When asked what they plan to do after they retire, teens cited traveling, hobbies such as golf or crafts, volunteering, and splurging on RVs or vacation homes as their top choices. More than a third (34%) of respondents think they will retire at age 60 or younger; however, one-third believe they will need less than $5,000 saved to retire and on average the teens plan to start saving for retirement at age 29. 

In addition, 46 percent of teens are not confident they know how to plan for retirement. But teens’ lack of understanding about financial and retirement planning does not translate into a lack of understanding about the imperativeness of planning. Ninety-three percent say it is important to have a financial plan for retirement, and 92 percent find value in taking a personal finance class in high school.

When asked to identify descriptions and benefits of financial products such as 401ks, annuities, and social security, nearly half (49%) were able to correctly match 401ks, one-third (33%) were right about annuities, and less than two-third (61%) about Social Security.  Definitions, though, are just the start of any education process and help is needed in the application: While many could define an annuity, less than one-quarter (21%) of teens identified annuities as a protected source of lifetime income compared to bank deposits, stocks and mutual funds—none of which can provide protected income that cannot be outlived. And only about half (51%) were somewhat confident that Social Security will still exist when it’s time for them to retire.  

“We are on a mission to ensure that every American achieves a secure, fulfilling retirement, and that includes kids. The findings we uncovered with Junior Achievement make it clear that we must work with parents and educators to provide teens with greater financial education so they can truly understand what it takes to plan for and achieve the retirements they desire,” said Rob Scheinerman, President of Group Retirement for AIG. “Whether for teens or adults, through the work we do with Junior Achievement and other financial literacy efforts we support, we want to help people gain a deeper understanding of the importance of lifetime income, realize the true cost of retirement, and develop a solid plan for the future.”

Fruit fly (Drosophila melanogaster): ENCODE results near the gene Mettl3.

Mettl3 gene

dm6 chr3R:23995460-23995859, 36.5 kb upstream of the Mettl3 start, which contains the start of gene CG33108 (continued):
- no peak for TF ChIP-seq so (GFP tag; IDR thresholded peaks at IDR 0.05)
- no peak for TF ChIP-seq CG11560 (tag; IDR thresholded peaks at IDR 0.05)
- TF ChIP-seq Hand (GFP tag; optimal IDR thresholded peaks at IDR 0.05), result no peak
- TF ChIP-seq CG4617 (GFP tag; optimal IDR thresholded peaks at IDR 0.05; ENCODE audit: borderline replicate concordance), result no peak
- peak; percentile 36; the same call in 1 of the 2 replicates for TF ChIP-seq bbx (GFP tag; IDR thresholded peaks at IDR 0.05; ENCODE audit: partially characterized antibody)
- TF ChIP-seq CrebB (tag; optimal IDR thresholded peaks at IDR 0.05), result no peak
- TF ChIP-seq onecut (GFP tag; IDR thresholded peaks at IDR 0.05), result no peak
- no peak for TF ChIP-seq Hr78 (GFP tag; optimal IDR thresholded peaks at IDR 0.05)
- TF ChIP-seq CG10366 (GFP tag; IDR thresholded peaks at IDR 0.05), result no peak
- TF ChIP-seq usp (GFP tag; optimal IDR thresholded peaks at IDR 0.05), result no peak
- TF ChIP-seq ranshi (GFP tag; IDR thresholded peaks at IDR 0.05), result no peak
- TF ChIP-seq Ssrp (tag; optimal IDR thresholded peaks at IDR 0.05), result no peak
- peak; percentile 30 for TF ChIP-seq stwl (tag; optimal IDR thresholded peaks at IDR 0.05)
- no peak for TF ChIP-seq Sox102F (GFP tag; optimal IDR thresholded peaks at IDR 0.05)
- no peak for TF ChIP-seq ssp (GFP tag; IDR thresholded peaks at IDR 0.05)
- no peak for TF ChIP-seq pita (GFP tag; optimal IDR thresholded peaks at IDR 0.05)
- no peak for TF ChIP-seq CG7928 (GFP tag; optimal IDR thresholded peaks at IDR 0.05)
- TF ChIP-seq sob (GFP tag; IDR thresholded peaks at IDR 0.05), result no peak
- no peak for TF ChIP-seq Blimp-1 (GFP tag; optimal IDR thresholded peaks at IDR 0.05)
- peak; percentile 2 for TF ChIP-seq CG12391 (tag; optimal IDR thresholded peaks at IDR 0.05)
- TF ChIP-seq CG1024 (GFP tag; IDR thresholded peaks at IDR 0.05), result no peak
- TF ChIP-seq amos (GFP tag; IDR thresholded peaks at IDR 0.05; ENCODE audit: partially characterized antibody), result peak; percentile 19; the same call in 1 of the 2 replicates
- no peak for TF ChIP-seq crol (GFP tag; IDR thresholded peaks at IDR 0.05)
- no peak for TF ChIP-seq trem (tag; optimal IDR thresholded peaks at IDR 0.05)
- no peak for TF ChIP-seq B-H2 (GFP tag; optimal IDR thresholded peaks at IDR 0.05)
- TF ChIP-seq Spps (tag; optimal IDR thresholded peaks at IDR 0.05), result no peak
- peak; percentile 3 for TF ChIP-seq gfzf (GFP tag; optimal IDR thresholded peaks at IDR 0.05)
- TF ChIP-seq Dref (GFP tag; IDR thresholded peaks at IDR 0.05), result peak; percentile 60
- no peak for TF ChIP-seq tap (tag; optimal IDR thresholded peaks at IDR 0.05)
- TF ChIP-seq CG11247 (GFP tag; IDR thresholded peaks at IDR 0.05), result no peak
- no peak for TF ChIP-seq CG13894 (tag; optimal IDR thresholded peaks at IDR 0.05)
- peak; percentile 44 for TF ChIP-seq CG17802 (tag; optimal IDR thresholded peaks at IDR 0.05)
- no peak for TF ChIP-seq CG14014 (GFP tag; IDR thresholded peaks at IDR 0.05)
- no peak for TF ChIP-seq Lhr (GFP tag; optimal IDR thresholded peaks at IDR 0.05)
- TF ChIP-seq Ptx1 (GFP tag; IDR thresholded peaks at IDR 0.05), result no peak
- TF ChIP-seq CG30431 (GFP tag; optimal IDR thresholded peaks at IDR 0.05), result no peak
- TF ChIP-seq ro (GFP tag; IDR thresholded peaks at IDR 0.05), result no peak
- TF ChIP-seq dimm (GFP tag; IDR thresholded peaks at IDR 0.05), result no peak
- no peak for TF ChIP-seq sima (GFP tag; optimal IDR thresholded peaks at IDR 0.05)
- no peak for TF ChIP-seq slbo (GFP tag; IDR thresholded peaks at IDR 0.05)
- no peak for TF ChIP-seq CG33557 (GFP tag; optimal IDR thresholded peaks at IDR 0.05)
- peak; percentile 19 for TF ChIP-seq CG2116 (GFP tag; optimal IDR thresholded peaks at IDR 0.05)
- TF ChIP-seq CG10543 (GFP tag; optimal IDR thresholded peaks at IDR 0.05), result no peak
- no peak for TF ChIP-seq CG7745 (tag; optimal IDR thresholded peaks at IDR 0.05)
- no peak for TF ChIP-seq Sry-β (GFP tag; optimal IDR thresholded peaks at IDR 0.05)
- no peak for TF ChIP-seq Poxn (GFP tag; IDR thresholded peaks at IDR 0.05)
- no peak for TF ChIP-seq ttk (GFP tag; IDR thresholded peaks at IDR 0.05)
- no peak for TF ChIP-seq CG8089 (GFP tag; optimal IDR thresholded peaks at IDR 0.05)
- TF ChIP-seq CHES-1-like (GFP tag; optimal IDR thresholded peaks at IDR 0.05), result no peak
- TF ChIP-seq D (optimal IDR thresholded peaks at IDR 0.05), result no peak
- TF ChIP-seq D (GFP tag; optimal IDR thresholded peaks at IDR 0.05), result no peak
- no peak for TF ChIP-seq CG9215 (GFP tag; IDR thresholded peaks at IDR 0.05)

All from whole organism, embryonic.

To gain the knowledge they need for information about investing for retirement, teens say they would first go to their parents, closely followed by a financial advisor or banker, other family member, teacher, or friend.

Quick Facts:

  • 63% are concerned about their parents’ preparedness for retirement
  • 69% say they know little or nothing about financial planning
  • 93% say it is important to have a financial plan for retirement
  • 72% say they would likely consult a financial advisor about planning for retirement
  • 34% expect to retire at age 60 or younger
  • 30% agreed $5000 or less was enough money to retire
  • The average age teens report they will begin saving for retirement at is 29
  • 46% are not confident they know how to plan for retirement
  • Nearly all (92-95%) students agreed that a personal finance course would be valuable to them

Methodological Notes:

The JA/AIG Survey was conducted by Wakefield Research (www.wakefieldresearch.com) among 1,000 nationally representative U.S. teens, ages 13-18, who are not currently enrolled in college, between August 13 and August 20, 2018, using an email invitation and an online survey.  Results of any sample are subject to sampling variation. The magnitude of the variation is measurable and is affected by the number of interviews and the level of the percentages expressing the results. For the interviews conducted in this particular study, the chances are 95 in 100 that a survey result does not vary, plus or minus, by more than 3.1 percentage points from the result that would be obtained if interviews had been conducted with all persons in the universe represented by the sample.

FactSet Empowers the Future at McPherson Elementary School

On June 13th, FactSet employees spent the day at McPherson Elementary School in Chicago, teaching students about financial literacy, work readiness, and entrepreneurship. Earlier this year, JA was awarded a grant from the company to help with the cost of delivering JA programs to McPherson.

Volunteer Jeff Koeneman first learned about JA when we came to his grade school many years ago and was reacquainted with the organization through FaceSet's corporate social responsibility initiative. He worked with the school's 7th grade students and said he enjoyed guiding the students through "how to take their skills and interest to define a career path."



Josephine Reinhardt volunteered in a 6th grade classroom and taught the JA Global Marketplace program. Thought a bit overwhelmed at first, she enjoys working with kids and was excited to volunteer. She believes JA is important for today's youth since it "exposes students to new topics that are applicable to their lives."